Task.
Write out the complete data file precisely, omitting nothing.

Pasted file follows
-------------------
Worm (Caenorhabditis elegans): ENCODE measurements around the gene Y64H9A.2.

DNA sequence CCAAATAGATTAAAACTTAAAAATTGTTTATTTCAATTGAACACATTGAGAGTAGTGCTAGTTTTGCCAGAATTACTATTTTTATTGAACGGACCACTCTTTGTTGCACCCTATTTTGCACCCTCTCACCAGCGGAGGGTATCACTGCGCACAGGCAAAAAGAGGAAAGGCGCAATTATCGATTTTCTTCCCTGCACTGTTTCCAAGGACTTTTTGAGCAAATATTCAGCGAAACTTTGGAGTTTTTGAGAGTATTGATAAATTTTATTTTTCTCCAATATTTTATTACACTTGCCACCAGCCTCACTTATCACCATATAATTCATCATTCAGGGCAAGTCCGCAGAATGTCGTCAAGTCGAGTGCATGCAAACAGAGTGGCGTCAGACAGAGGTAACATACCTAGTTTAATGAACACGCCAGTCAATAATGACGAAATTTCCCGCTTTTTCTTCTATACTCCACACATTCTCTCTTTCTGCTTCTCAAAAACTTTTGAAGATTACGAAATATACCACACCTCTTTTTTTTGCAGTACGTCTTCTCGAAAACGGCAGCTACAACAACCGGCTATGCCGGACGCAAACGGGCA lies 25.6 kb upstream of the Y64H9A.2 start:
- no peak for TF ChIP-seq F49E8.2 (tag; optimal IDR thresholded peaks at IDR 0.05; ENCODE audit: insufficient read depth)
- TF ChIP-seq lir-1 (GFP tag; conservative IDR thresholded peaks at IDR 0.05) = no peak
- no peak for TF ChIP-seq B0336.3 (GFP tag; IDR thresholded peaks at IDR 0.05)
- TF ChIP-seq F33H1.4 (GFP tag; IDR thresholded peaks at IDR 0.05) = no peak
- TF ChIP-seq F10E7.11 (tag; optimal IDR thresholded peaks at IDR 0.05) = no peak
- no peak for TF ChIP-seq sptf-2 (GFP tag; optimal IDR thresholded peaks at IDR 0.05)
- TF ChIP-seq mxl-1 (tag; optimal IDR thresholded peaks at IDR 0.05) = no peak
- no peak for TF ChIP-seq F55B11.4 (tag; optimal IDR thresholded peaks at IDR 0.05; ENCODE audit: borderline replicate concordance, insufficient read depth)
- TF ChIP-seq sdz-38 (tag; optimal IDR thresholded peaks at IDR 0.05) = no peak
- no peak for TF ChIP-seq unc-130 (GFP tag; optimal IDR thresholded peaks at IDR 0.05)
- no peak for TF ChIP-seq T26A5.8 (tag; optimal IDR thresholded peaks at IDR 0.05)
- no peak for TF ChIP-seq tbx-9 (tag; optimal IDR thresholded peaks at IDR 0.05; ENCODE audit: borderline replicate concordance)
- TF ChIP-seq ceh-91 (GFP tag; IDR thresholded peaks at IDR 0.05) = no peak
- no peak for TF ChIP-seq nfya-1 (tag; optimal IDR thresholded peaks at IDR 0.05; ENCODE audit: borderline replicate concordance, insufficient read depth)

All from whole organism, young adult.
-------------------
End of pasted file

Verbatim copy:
Worm (Caenorhabditis elegans): ENCODE measurements around the gene Y64H9A.2.

DNA sequence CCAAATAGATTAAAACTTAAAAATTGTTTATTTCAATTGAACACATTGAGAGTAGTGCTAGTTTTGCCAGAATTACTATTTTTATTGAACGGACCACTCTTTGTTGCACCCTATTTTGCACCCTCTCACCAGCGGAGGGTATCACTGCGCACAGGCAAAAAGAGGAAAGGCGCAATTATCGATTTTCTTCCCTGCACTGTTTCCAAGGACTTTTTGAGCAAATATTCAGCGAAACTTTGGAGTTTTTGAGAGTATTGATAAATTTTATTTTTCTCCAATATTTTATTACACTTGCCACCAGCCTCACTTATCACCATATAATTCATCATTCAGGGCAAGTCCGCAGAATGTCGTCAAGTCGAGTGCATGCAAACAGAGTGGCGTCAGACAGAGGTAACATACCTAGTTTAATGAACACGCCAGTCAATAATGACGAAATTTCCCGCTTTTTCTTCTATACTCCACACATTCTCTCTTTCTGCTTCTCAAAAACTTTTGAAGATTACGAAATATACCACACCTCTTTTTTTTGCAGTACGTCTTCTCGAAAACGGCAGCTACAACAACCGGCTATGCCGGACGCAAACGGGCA lies 25.6 kb upstream of the Y64H9A.2 start:
- no peak for TF ChIP-seq F49E8.2 (tag; optimal IDR thresholded peaks at IDR 0.05; ENCODE audit: insufficient read depth)
- TF ChIP-seq lir-1 (GFP tag; conservative IDR thresholded peaks at IDR 0.05) = no peak
- no peak for TF ChIP-seq B0336.3 (GFP tag; IDR thresholded peaks at IDR 0.05)
- TF ChIP-seq F33H1.4 (GFP tag; IDR thresholded peaks at IDR 0.05) = no peak
- TF ChIP-seq F10E7.11 (tag; optimal IDR thresholded peaks at IDR 0.05) = no peak
- no peak for TF ChIP-seq sptf-2 (GFP tag; optimal IDR thresholded peaks at IDR 0.05)
- TF ChIP-seq mxl-1 (tag; optimal IDR thresholded peaks at IDR 0.05) = no peak
- no peak for TF ChIP-seq F55B11.4 (tag; optimal IDR thresholded peaks at IDR 0.05; ENCODE audit: borderline replicate concordance, insufficient read depth)
- TF ChIP-seq sdz-38 (tag; optimal IDR thresholded peaks at IDR 0.05) = no peak
- no peak for TF ChIP-seq unc-130 (GFP tag; optimal IDR thresholded peaks at IDR 0.05)
- no peak for TF ChIP-seq T26A5.8 (tag; optimal IDR thresholded peaks at IDR 0.05)
- no peak for TF ChIP-seq tbx-9 (tag; optimal IDR thresholded peaks at IDR 0.05; ENCODE audit: borderline replicate concordance)
- TF ChIP-seq ceh-91 (GFP tag; IDR thresholded peaks at IDR 0.05) = no peak
- no peak for TF ChIP-seq nfya-1 (tag; optimal IDR thresholded peaks at IDR 0.05; ENCODE audit: borderline replicate concordance, insufficient read depth)

All from whole organism, young adult.